The World Health Organisation (WHO) states that Female Genital Mutilation (FGM):
“comprises of all procedures that involve partial or total removal of the external female genitalia, or other injury to the female genital organs for non-medical reasons”
Female genital mutilation (FGM) is sometimes called ‘female circumcision’ or ‘cut’ and is usually carried out on girls between 5 and 8 years old. It can also be carried out on younger or older girls and adult women. The practice is common in African, the Middle East and Asia and it is thought that more than 140 million girls and women worldwide have been subjected to FGM.
FGM can cause severe and long lasting damage to physical and emotional health and has been illegal in the UK since 1985. The Female Genital Mutilation Act 2003 set the maximum penalty for FGM to 14 years imprisonment and made it a criminal offence for UK nationals or permanent UK residents to carry out FGM abroad, or to aid, abet, counsel or procure the carrying out of FGM abroad, even in countries where FGM is legal. The Serious Crime Act 2015 has also placed a mandatory duty on health, social care professionals and teachers to report cases of FGM in under 18s to the police.
Due to the hidden nature of this crime it is difficult to estimate the true scale of FGM, however, a recent study by Equality Now estimated that over 137,000 women in England and Wales are already living with the consequences of FGM.
FGM is a complex issue. There are often huge pressures on families to ensure daughters undergo FGM. Many communities have strong and deeply held beliefs that FGM is a good and necessary thing for girls to go through. Some of the reasons given for practising FGM include:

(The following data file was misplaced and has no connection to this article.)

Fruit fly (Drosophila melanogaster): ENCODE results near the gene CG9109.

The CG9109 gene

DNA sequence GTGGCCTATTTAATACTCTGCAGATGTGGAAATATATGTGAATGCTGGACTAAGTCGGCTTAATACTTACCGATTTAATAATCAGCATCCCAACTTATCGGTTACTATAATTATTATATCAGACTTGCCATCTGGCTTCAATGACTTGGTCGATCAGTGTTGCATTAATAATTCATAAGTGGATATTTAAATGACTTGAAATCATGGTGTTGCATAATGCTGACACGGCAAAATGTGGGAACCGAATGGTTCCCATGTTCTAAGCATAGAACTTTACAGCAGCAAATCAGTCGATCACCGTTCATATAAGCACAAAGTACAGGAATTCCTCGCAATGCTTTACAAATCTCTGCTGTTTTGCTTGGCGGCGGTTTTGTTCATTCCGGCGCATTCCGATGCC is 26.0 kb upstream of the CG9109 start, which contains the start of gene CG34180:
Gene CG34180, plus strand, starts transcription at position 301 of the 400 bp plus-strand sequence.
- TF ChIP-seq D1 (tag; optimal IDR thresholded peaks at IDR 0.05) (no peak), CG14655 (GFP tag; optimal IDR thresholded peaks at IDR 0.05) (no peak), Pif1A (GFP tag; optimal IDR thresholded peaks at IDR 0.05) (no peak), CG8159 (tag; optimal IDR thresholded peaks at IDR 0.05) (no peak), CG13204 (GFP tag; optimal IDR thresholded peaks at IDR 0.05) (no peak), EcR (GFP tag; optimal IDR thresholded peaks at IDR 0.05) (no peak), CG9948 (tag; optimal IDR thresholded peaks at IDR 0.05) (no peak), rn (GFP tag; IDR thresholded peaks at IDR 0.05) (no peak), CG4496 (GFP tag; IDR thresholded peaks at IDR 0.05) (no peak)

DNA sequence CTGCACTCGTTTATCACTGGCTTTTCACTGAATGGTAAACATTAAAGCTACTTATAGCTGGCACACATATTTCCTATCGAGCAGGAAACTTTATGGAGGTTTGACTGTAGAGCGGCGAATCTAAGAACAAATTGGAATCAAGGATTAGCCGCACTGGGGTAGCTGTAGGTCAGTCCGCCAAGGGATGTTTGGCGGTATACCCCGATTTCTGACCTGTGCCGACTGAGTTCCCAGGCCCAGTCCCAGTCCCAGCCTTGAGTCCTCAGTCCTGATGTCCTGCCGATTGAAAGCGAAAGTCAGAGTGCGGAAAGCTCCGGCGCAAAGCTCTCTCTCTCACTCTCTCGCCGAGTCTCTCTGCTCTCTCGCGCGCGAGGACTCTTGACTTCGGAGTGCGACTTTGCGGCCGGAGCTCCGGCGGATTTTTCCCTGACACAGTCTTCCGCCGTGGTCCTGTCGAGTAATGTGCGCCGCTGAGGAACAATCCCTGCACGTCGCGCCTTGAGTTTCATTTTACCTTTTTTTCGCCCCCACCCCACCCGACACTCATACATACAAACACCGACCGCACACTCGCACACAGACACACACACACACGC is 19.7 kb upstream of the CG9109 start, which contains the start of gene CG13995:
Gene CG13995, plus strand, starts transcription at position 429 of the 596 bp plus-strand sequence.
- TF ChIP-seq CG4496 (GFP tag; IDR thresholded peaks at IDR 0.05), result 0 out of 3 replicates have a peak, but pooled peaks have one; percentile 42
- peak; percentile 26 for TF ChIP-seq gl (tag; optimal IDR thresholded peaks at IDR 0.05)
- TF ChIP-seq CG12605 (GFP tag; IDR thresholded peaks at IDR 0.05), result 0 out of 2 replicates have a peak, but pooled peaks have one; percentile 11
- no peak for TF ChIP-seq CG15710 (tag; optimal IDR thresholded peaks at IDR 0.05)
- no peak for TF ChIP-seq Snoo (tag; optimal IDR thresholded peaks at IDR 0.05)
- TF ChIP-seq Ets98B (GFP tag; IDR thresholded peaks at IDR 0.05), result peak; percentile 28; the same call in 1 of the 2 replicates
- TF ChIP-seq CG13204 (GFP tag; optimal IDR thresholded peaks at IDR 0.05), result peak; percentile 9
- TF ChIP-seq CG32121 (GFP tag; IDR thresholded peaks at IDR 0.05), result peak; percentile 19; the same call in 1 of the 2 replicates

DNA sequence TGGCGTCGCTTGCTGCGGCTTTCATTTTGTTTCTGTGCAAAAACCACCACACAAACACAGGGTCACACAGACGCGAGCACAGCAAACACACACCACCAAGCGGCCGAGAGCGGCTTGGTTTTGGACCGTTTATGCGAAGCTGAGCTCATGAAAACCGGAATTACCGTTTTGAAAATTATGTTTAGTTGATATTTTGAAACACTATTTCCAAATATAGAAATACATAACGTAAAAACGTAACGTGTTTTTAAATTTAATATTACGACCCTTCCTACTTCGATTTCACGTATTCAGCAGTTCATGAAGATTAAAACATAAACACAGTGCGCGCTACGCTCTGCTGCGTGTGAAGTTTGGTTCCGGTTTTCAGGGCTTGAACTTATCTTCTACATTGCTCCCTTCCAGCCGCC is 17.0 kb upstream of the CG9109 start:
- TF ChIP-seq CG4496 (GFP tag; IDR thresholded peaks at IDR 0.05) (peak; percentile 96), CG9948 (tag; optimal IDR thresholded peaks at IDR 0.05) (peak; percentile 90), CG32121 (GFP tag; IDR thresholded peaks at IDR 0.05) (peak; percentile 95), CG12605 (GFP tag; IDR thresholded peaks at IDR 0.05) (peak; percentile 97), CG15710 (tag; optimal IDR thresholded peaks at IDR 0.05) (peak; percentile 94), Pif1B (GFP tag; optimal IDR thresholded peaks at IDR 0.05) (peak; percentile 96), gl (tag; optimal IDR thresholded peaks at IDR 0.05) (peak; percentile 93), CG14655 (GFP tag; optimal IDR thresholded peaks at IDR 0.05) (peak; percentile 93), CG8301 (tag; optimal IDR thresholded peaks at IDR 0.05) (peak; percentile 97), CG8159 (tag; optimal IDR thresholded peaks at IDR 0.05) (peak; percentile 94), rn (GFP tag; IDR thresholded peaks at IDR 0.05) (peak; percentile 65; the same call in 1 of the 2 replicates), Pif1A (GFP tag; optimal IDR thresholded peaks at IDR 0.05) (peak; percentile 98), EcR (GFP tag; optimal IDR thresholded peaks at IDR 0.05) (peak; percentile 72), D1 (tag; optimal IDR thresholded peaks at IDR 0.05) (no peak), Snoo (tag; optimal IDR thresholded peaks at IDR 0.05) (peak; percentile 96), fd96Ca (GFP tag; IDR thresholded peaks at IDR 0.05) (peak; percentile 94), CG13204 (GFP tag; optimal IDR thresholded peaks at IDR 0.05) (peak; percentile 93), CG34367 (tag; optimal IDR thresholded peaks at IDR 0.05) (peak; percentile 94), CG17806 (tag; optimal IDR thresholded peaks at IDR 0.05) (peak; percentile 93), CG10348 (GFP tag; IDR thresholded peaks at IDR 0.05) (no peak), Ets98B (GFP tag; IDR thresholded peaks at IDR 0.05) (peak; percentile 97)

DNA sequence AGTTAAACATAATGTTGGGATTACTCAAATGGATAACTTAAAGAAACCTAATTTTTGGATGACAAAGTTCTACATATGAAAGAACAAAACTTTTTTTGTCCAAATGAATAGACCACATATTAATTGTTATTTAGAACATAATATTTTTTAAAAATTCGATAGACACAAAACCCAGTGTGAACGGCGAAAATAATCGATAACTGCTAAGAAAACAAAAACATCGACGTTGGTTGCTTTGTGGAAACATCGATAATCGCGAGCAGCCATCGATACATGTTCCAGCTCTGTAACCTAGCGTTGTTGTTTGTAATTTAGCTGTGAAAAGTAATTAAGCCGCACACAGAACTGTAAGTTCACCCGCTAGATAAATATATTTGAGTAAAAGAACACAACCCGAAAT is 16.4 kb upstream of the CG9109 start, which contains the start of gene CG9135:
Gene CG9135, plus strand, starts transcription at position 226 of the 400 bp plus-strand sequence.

If you, or someone you know personally or professionally is at risk of FGM, you can apply to the Court for a Female Genital Mutilation Protection Order (FGMPO). This is a protective Court order which can forbid a person from doing certain things. You can also apply for this order even if you have already been subjected to FGM. The order can be made against any person in the UK or outside who is, may be, or has been involved in the FGM in any way. Some examples of what a FGMPO’s might say include:
Although a FGM Protection Order is a civil order, breach of a FGM Protection Order is a criminal offence.
If you or anyone else you know have been or are in the process of being forced into having FGM it is important that you get help as soon as possible. Either contact the police directly or get in touch with one of our experienced and professional family solicitors to discuss the details in the strictest confidence. We are experienced in dealing with this area of law and are able to advise, assist and represent you in respect of either making an application for a FGM Protection Order or defending the same. Our solicitors will be able to provide confidential, specialist advice and support.
Legal Aid may be available to you to be represented in relation to an application for a FGM Protection Order. The application process is quick and relatively simple. You may also be eligible for Legal Aid as a Respondent. The availability will depend upon whether or not you meet the criteria set down by the Legal Aid Agency. Please contact one of our experienced family solicitors who will be able to complete an assessment for you.
If you would like to speak to someone who doesn’t know you and your family, there are organisations that you can contact. You can call the NSPCC’s FGM helpline on 0800 028 3550. If you’re worried a girl or young woman is at risk of (or has had) FGM. The NSPCC’s website tells you how to spot the signs, symptoms and effects of FGM.
If you are concerned about your health or anyone else’s you can also visit a free FGM health clinic, where all consultations are confidential. This means that your personal details and any information about your treatment won’t be shared with anyone outside the clinic without your permission.
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